• Swim sober and always swim with a buddy.
  • Have young children and inexperienced swimmers wear a Coast Guard-approved life jacket.
  • Keep a close eye and constant attention on children and adults while at the beach. Wave action can cause someone to lose his or her footing, even in shallow water.
  • If someone is caught in a rip current, swim parallel to the shore until out of the current. Once free, they should turn and swim toward shore. If they can't swim to the shore, they should float or tread water until free of the rip current and then head toward shore.
  • Stay at least 100 feet away from piers and jetties. Permanent rip currents often exist near these structures.

SUN PROTECTION Limit exposure to direct sunlight between 10 a.m. and 4 p.m., during the peak heat hours of the day. Wear a broad-spectrum sunscreen with a protection factor of at least 15, and reapply sunscreen as often as needed. Remember to drink plenty of water regularly, even if not thirsty. Minimize drinks with alcohol or caffeine in them. Protect the eyes by wearing sunglasses that will absorb 100 percent of UV sunlight. During hot weather, watch for signs of heat stroke—hot, red skin; changes in consciousness; rapid, weak pulse; rapid, shallow breathing. If it’s suspected someone is suffering from heat stroke immediately call 9-1-1 and move the person to a cooler place.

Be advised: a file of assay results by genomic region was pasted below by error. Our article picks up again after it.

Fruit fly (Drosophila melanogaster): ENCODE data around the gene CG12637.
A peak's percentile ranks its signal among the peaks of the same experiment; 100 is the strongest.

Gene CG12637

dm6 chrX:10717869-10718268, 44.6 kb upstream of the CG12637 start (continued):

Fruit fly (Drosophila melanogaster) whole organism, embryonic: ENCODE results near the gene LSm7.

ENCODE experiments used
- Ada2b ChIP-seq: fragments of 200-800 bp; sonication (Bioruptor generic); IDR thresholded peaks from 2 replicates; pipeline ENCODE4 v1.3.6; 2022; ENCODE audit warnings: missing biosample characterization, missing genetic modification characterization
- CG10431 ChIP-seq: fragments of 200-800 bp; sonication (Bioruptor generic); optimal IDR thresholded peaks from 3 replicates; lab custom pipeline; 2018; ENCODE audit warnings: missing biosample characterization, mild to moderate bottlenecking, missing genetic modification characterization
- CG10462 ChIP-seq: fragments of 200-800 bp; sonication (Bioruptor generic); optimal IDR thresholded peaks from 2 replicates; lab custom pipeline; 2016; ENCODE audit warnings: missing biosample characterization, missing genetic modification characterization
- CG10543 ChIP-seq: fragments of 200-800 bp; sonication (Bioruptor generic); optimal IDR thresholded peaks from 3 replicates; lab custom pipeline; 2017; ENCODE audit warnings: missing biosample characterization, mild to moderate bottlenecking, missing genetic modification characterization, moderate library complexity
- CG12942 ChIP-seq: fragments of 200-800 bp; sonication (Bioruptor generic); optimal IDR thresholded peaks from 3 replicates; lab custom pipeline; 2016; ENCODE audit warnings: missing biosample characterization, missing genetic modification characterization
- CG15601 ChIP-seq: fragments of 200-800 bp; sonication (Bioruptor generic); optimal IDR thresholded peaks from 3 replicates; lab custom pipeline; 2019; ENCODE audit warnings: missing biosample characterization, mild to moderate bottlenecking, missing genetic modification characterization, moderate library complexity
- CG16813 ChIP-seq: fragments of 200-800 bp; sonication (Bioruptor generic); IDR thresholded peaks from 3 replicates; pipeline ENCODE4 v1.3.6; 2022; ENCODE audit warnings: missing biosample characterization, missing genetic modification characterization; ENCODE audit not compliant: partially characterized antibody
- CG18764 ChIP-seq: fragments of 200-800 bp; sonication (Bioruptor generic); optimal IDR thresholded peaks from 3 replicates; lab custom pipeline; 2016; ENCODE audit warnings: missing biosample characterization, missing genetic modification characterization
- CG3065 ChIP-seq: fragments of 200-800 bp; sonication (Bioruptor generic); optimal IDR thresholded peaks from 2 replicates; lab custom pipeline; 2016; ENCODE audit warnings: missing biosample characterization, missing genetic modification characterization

The Front Line of Wildfires

4/11/2018 (Permalink)

In 2016, 60,932 human-caused wildfires burned nearly 4 million acres.

From prevention to containment, learn about the many types of wildland firefighters protecting our nation from the ravages of unwanted wildfires.

  • Wildfire Prevention Specialists/Program Managers

Implement plans with partners to promote wildfire prevention within their region, state, forest, or community.

  • Wildfire Prevention & Patrol Specialists

Provide education in the classroom and community, write warnings for violations that may cause fires, perform initial attack on new fires, and investigate fires to determine their cause.

  • Lookouts

Though used less often today due to other forms of aerial detection, lookouts are stationed in towers in remote areas or during times of heavy lightning to observe, plot and report locations of fires.